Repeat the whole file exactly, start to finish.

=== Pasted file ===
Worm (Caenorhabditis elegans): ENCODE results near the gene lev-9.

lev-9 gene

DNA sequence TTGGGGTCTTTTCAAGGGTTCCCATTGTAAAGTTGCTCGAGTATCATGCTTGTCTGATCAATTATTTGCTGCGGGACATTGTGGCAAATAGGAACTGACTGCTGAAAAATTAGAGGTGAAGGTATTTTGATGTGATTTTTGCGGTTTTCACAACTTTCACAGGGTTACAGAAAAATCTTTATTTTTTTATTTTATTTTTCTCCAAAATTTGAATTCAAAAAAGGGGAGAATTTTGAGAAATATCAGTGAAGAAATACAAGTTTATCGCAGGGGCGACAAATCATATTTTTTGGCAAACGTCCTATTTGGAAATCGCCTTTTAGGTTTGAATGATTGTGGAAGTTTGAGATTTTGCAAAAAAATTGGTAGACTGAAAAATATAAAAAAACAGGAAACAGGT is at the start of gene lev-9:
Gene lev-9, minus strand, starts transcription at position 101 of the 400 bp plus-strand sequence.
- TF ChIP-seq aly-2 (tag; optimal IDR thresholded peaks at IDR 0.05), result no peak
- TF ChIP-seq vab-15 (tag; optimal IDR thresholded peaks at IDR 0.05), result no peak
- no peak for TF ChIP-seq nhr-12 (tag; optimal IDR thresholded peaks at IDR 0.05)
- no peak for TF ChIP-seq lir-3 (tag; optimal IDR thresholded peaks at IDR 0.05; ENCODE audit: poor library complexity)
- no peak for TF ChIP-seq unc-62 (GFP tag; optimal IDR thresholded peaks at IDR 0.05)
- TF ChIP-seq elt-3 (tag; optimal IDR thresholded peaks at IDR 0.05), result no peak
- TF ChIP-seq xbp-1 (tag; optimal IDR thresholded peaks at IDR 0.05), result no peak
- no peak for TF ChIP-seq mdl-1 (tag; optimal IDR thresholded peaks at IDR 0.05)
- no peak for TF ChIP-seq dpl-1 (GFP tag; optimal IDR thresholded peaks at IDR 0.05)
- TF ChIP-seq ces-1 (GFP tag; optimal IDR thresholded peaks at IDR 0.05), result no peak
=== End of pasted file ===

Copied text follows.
Worm (Caenorhabditis elegans): ENCODE results near the gene lev-9.

lev-9 gene

DNA sequence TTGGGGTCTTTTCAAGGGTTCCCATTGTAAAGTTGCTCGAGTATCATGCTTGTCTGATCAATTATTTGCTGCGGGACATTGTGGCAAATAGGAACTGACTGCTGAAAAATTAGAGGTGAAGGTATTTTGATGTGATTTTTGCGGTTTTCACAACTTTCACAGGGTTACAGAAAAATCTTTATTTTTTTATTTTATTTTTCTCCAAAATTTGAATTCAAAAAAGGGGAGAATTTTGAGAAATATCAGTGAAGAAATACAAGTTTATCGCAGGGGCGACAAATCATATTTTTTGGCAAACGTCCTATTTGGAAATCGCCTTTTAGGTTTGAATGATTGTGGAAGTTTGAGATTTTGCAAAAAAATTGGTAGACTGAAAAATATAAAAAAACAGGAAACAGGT is at the start of gene lev-9:
Gene lev-9, minus strand, starts transcription at position 101 of the 400 bp plus-strand sequence.
- TF ChIP-seq aly-2 (tag; optimal IDR thresholded peaks at IDR 0.05), result no peak
- TF ChIP-seq vab-15 (tag; optimal IDR thresholded peaks at IDR 0.05), result no peak
- no peak for TF ChIP-seq nhr-12 (tag; optimal IDR thresholded peaks at IDR 0.05)
- no peak for TF ChIP-seq lir-3 (tag; optimal IDR thresholded peaks at IDR 0.05; ENCODE audit: poor library complexity)
- no peak for TF ChIP-seq unc-62 (GFP tag; optimal IDR thresholded peaks at IDR 0.05)
- TF ChIP-seq elt-3 (tag; optimal IDR thresholded peaks at IDR 0.05), result no peak
- TF ChIP-seq xbp-1 (tag; optimal IDR thresholded peaks at IDR 0.05), result no peak
- no peak for TF ChIP-seq mdl-1 (tag; optimal IDR thresholded peaks at IDR 0.05)
- no peak for TF ChIP-seq dpl-1 (GFP tag; optimal IDR thresholded peaks at IDR 0.05)
- TF ChIP-seq ces-1 (GFP tag; optimal IDR thresholded peaks at IDR 0.05), result no peak